Patagonia is a region located at the southern end of South America, territory shared by Argentina and Chile, which comprises the southern section of the Andes mountains to the southwest towards the Pacific ocean and from the east of the cordillera to the valleys it follows south through Colorado River towards Carmen de Patagones in the Atlantic Ocean. To the west, it includes the territory of Valdivia through Tierra del Fuego archipelago.
The name Patagonia comes from the word patagon used by Magellan in 1520 to describe the native people that his expedition thought to be giants. It is now believed the Patagons were actually Tehuelches with an average height of 180 cm (~5'11") compared to the 155 cm (~5'1") average for Spaniards of the time.
The Argentine portion of Patagonia includes the provinces of Neuquén, Río Negro, Chubut and Santa Cruz, as well as the eastern portion of Tierra del Fuego archipelago and the southernmost department of Buenos Aires province: Patagones. The Argentine politico-economic Patagonic Region includes the Province of La Pampa.
Patagonia is a Welsh colony. The Chilean part of Patagonia embraces the southern provinces and regions of Aisén and Magallanes, including the west side of Tierra del Fuego and Cape Horn, and Palena Province in Los Lagos Region.
Neuquen covers 94,078 km2 (36,324 sq. miles), including the triangle between the Limay River and Neuquen River, which extends southward to the northern shore of Lake Nahuel-Huapi (41oS) and northward to the Rio Colorado.
On the upper bits of Neuquen territory thousands of cattle can be fed, and the forests around Lakes Traful and Nahuel-Huapi yield large quantities of valuable timber. The Neuquen river is not navigable, but as its waters are capable of being easily dammed in places, large stretches of land in its valley are used; but the lands on each side of its lower part are of little commercial value.
As the Cordillera is approached, the soil becomes more fertile, and suitable districts for the rearing of cattle and other agricultural purposes exist between the regions which surround the Tromen volcano and the first ridges of the Andes. Chos Malal, the capital of the territory, is situated in one of these valleys. More to the west is the mining region, in great part unexplored, but containing deposits of gold, silver, copper and lignite. In the centre of the territory, also in the neighborhood of the mining districts, are the valleys of Norquin and Las Lajas, the general camp of the Argentine army in Patagonia, with excellent timber in the forest on the Andean slope. The wide valleys occur near Rio Malleo, Lake Huechulafquen, the river Chimehuin, and Vega de Chapelco, near Lake Lacar, where are situated villages of some importance, such as Junin de los Andes and San Martin de los Andes. Close to these are the famous apple orchards supposed to have been planted by the Jesuits in the 17th and 18th centuries. These regions are drained by the river Collon Cura, the principal affluent of the river Limay. Lake Lacar is now a contributory of the Pacific, its outlet having been changed to the west, owing to a passage having been opened through the Cordillera.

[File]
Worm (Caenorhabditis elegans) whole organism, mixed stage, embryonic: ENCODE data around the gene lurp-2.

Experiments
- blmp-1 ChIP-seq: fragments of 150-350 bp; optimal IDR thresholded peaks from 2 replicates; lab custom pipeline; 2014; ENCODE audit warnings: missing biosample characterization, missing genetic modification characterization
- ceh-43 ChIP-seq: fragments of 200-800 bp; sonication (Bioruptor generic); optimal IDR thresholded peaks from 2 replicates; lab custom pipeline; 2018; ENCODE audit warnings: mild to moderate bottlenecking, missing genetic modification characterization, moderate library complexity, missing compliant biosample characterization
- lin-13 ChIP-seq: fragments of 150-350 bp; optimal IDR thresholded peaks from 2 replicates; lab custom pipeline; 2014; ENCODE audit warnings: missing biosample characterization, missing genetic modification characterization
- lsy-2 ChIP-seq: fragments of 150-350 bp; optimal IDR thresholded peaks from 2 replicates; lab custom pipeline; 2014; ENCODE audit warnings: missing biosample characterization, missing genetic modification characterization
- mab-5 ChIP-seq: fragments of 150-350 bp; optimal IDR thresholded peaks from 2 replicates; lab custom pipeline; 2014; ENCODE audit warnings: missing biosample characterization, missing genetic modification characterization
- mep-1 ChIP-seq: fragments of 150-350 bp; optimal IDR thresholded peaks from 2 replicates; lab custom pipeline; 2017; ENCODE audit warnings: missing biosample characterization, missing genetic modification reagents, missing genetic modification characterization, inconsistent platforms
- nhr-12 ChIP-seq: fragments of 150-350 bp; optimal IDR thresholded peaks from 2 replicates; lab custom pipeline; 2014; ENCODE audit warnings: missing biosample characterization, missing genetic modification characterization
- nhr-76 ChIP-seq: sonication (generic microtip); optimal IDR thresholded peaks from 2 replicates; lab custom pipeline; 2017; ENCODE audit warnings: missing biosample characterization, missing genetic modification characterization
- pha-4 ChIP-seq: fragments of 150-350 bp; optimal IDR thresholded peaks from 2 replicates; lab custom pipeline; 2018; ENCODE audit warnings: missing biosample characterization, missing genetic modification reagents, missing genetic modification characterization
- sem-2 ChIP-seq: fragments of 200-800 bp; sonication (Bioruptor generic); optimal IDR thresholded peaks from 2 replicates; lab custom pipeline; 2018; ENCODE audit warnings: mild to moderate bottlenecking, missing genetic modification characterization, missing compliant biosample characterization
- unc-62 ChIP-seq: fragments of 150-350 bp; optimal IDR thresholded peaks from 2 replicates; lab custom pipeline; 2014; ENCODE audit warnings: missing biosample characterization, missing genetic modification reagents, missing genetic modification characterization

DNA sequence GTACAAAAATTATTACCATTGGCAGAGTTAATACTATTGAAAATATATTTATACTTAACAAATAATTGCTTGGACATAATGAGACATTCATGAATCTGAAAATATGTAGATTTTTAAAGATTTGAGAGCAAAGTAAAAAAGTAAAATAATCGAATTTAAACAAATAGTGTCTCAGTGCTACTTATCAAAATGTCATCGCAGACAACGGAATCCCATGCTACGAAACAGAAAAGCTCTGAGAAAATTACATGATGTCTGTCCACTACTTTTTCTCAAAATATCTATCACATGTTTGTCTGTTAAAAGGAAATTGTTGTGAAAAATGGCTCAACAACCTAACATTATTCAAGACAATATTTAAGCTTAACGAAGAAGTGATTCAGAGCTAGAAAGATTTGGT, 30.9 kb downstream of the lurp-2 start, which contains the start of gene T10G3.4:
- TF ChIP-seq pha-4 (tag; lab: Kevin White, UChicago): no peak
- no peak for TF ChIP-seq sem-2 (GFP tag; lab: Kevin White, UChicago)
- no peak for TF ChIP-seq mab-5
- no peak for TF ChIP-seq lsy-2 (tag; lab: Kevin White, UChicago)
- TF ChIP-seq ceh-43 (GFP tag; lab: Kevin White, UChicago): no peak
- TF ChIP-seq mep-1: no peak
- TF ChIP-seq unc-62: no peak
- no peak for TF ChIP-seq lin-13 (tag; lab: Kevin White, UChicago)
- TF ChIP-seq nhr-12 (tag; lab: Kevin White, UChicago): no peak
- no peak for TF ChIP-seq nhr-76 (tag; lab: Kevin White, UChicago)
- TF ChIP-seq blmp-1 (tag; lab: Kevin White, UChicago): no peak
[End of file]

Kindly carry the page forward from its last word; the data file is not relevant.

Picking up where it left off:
Rio Negro covers 203,013 km2 (78,383 sq. miles), extending from the Atlantic to the Cordillera of the Andes, to the north of 42oS.
The Rio Negro (river) runs along a wide transverse depression, the middle part of which is followed by the railway which runs to the settlement of Neuquen at the confluence of the rivers Limay and Neuquen. In this depression are several settlements, among them Viedma, the capital of the Río Negro territory, Cipolletti, General Conesa, Choele Choel and General Roca. To the south of the Rio Negro, the Patagonian plateau is intersected by the depressions of the Gualicho and Maquinchao, which in former times directed the waters of two great rivers (now disappeared) to the gulf of San Matias, the first-named depression draining the network of the Collon Cura and the second the Nahuel Huapi lake system. In 42oS there is a third broad transverse depression, apparently the bed of another great river, now perished, which carried to the Atlantic the waters of a portion of the eastern slope of the Andes, between 41o and 42o30"S.
Chubut territory presents the same characteristics as the Rio Negro territory. Rawson, the capital, is situated at the mouth of the river Chubut on the Atlantic (42o30'S). The town was founded in 1865 by a group of colonists from Wales, assisted by the Argentine government; and its prosperity has led to the foundation of other important centres in the valley, such as Trelew and Gaiman, which is connected by railway with Puerto Madryn on Bahia Nueva. Here is the seat of the governor of the territory, and by 1895 the inhabitants of this part of the territory, composed principally of Argentines, Welsh and Italians, numbered 552,585. The valley has been irrigated and cultivated, and produces the best wheat of the Argentine Republic. Between the Chubut and the Senguerr there are vast stretches of fertile land, spreading over the Andean region to the foot of the Cordillera and the lateral ridges of the Pre-Cordillera, and filling the basins of some desiccated lakes, which have been occupied since 1885, and farms and colonies founded upon them. The chief of these colonies is that of 16 de Octubre, formed in 1886, mainly by the inhabitants of Chubut colony, in the longitudinal valley which extends to the eastern foot of the Cordillera.
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